Teaching dplyr functions which have base R equivalents



I do a fair bit of R instruction and lean heavily on the tidyverse. In extolling its virtues, I find myself pointing out advantages that are also present in base R functions. A good example would be mutate() and transform(). Both allow the user to create new columns using bare variable names (i.e. not df$Something or df[[‘Something’]]). The function signatures and return values are basically identical. I never use transform() but that’s largely a product of habit.

I know it’s impossible to cover everything, but I hate the idea that a student will encounter transform() and wonder whether they should favor one function or the other.

Dplyr dependency on BH slows installs

Hi @PirateGrunt,

My thoughts are that as long as the student is using piped commands to perform their analysis, they wouldn’t need to worry about alternate base R functions because they more likely won’t work in such set of piped functions. I would suggest that after introducing mutate() to students in his manner: mutate(df, something = 1), get them used to using df %>% mutate(something = 1) going forward. This way, using piped commands, such as df %>% mutate(something =1) %>% select(something) becomes second nature to them, thus reducing the need for them to wonder if the alternate base R function needs to be used, all because every transformation is possible with tidyverse commands. Again, these are just my thoughts.


Some functions like transform() do work in a piped operation. For example, the two operations below will produce (almost) the same output. (The first will return a tibble, whereas the second won’t.)

dfResult <- dfInput %>%
    mutate(NewCol = OldCol + 1)

dfResult2 <- %>%
    transform(NewCol = OldCol + 1)

So what response do we give the student who asks "When should I use mutate() and when should I use transform(). I’m leaning towards "They’re both fine, but I use mutate(). mutate() will always work with piped operations, but I don’t have the same guarantee with transform()". Is the argument any stronger than that?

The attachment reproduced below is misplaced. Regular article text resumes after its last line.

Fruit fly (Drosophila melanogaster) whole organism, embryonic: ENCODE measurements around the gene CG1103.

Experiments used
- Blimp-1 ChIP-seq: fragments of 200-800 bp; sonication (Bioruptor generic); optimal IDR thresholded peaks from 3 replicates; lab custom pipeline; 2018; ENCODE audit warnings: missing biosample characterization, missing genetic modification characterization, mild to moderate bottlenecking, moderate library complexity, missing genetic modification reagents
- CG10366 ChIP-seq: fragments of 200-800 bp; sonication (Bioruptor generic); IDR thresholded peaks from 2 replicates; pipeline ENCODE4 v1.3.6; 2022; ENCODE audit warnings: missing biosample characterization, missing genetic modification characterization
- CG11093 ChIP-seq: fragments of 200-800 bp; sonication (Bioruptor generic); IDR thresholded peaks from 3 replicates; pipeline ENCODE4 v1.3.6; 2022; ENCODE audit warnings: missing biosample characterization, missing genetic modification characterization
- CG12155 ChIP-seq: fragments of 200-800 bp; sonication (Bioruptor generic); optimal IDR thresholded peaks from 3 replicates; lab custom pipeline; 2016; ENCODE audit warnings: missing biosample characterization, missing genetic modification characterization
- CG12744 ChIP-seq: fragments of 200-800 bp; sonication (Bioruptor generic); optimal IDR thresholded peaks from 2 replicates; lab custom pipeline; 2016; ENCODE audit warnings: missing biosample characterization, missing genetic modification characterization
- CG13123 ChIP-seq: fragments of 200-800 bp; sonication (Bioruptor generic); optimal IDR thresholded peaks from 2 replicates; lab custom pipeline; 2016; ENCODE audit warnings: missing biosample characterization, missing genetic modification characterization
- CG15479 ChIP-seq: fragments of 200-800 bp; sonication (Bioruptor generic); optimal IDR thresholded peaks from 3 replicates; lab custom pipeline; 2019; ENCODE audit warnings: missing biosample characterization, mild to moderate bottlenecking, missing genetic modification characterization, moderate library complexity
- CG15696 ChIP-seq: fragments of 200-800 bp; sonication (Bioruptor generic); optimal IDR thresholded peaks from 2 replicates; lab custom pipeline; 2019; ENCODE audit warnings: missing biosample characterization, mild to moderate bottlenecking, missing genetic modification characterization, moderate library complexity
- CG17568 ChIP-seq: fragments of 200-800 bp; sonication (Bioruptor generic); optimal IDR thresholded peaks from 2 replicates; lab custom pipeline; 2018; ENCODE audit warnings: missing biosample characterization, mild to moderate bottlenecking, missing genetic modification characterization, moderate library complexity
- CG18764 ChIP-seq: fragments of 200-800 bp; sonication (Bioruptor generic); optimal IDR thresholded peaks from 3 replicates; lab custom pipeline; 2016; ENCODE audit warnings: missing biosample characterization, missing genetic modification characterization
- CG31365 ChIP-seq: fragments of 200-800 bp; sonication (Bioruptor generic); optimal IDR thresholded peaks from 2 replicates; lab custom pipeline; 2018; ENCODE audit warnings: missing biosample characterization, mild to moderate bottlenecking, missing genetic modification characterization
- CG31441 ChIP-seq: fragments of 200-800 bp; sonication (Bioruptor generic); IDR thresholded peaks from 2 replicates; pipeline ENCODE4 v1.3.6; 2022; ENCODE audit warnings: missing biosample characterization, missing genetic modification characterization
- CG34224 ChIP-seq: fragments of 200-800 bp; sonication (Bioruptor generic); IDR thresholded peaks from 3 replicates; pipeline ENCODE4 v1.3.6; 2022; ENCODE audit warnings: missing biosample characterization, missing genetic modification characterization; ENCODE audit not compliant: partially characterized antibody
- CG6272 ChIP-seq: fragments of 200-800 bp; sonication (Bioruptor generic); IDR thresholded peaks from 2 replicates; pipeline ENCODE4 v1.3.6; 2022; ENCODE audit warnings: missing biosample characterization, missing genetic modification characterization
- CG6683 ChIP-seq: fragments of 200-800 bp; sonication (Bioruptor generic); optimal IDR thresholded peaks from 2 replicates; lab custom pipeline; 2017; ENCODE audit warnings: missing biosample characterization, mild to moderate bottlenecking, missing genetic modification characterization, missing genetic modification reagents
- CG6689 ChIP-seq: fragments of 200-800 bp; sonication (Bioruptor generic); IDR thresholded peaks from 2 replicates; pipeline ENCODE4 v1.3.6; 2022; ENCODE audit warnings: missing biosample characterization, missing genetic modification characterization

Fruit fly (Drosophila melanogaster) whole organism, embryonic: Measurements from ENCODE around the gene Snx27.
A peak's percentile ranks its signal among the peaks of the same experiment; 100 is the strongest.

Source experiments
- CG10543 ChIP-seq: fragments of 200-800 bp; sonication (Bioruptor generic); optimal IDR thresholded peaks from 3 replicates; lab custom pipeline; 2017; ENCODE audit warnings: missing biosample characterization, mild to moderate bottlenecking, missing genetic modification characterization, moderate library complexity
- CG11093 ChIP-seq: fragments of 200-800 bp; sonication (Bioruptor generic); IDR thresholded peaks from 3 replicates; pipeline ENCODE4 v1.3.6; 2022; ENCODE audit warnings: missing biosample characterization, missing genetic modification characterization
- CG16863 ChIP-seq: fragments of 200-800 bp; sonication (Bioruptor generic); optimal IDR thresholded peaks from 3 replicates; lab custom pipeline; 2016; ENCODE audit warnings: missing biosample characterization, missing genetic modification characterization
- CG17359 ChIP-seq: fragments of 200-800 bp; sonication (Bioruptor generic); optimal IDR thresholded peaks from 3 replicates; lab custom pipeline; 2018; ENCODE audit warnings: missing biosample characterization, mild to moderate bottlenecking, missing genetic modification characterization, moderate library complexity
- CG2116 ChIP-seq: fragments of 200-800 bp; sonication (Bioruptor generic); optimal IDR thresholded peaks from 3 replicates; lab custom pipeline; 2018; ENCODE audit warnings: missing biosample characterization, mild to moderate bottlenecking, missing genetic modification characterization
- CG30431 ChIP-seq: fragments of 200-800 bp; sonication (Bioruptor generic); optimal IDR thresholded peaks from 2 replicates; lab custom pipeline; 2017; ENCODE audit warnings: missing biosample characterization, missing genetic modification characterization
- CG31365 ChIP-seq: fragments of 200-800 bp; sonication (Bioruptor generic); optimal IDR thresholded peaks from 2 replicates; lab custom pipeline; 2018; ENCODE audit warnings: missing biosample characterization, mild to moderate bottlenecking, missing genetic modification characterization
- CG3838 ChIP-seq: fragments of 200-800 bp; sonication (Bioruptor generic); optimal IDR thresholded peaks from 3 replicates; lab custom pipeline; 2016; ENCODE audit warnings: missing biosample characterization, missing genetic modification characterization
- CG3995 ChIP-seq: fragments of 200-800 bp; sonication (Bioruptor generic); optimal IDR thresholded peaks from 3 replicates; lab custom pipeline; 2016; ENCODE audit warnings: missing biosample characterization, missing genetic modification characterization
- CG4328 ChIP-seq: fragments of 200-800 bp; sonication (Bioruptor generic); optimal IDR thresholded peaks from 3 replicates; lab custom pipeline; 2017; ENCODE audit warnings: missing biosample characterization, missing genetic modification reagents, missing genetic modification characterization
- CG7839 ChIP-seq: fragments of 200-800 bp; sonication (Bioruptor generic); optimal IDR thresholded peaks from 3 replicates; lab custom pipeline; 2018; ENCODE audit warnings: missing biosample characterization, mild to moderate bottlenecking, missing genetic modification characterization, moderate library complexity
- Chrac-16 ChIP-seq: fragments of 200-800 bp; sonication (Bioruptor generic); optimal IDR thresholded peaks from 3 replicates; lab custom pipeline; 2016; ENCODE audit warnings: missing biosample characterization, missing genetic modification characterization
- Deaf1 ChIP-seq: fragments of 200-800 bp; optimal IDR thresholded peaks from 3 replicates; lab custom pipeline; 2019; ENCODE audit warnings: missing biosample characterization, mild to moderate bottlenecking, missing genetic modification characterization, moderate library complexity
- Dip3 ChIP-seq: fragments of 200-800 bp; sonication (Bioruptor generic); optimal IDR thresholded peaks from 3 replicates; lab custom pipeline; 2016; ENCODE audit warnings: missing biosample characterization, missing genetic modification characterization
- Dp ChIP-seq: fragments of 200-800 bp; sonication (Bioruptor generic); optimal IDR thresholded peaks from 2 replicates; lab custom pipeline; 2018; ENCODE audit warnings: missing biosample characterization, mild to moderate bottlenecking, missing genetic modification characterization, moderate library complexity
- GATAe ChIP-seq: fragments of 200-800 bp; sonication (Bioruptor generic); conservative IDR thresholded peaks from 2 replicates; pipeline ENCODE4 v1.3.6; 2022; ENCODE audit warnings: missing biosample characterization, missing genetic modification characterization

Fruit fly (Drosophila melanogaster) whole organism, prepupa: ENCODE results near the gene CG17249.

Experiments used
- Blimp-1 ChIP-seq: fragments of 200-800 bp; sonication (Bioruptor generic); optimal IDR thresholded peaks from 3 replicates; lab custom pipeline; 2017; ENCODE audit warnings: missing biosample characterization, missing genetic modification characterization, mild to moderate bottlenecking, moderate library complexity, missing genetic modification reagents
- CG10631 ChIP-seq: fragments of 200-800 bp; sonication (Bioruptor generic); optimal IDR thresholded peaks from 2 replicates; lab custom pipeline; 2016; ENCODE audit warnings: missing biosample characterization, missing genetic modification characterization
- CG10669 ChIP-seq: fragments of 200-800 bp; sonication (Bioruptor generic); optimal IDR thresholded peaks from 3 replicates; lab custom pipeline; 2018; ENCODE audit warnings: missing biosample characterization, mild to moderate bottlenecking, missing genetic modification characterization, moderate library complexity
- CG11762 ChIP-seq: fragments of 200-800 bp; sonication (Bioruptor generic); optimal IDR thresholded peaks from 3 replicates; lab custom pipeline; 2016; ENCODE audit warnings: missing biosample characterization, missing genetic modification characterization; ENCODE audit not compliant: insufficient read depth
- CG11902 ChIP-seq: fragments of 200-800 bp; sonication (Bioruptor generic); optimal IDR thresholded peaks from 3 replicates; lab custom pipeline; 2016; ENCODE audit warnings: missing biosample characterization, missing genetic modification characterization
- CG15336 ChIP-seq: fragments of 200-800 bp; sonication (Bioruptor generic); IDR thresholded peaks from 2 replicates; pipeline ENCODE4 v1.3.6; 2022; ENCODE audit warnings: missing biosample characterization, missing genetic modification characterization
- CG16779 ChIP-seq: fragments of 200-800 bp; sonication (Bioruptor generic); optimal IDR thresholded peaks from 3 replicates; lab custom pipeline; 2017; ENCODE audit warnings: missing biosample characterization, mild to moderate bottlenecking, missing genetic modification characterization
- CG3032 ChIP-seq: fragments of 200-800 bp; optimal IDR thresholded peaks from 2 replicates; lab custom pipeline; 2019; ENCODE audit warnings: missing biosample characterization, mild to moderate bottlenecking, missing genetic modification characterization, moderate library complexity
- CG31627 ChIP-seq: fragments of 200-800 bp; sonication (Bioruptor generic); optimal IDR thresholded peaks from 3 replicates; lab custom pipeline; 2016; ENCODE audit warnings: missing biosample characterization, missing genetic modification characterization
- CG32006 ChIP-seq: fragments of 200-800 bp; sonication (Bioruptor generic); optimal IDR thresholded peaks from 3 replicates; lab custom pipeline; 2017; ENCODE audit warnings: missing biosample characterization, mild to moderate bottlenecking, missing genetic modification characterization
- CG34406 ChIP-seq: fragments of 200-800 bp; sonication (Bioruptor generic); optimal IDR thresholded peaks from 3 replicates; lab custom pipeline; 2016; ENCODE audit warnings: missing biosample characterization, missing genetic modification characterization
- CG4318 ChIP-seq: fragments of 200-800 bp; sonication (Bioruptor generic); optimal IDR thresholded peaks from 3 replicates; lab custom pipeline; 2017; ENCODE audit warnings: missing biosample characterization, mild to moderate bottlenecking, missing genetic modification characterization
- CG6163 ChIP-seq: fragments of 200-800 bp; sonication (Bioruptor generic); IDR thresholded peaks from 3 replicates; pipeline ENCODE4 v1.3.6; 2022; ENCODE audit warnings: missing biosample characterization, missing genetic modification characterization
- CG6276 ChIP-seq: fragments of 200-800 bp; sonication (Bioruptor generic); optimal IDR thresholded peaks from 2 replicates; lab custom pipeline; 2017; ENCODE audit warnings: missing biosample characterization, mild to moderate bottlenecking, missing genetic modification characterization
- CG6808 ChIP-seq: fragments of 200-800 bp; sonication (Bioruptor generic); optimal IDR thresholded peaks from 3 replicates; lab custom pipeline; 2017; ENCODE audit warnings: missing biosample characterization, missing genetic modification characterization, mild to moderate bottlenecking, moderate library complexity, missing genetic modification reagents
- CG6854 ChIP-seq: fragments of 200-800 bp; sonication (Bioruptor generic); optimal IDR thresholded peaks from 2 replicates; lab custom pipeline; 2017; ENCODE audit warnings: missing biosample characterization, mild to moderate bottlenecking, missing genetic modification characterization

I think it’s a confusing but true fact of learning to code that there are often multiple ways of doing the same (or very similar) things, the nuances of which always sound wishy-washy until you run into them yourself! So much of my code from my earliest projects reflect a mashup of what was used in the examples I was looking at, and whatever happened to stick with me conceptually first (the reasons for which are still unknown to me— I mean, I’m sure I could post-hoc confabulate, but…).

There are absolutely advantages to using and sticking with a paradigm, but I don’t think the way to do it is to pretend nothing else exists. That said, showing five different ways to do the same thing (especially when the words themselves are similar) is usually confusing for someone who’s still just trying to wrap their heads around what’s being done.

And then there’s the Narcissism of Small Differences (Lacanian edition, complete with “choice of neurosis”), and the instinct to ferociously defend our choices because of a very basic cognitive dissonance.

No solid answers, just my thoughts. I’m not a teacher, so I don’t have the experience to back up what does and does not land with others consistently.


I definitely agree that it’s good to stick to one paradigm at the beginning, but also mention other possibilities and make people a bit aware.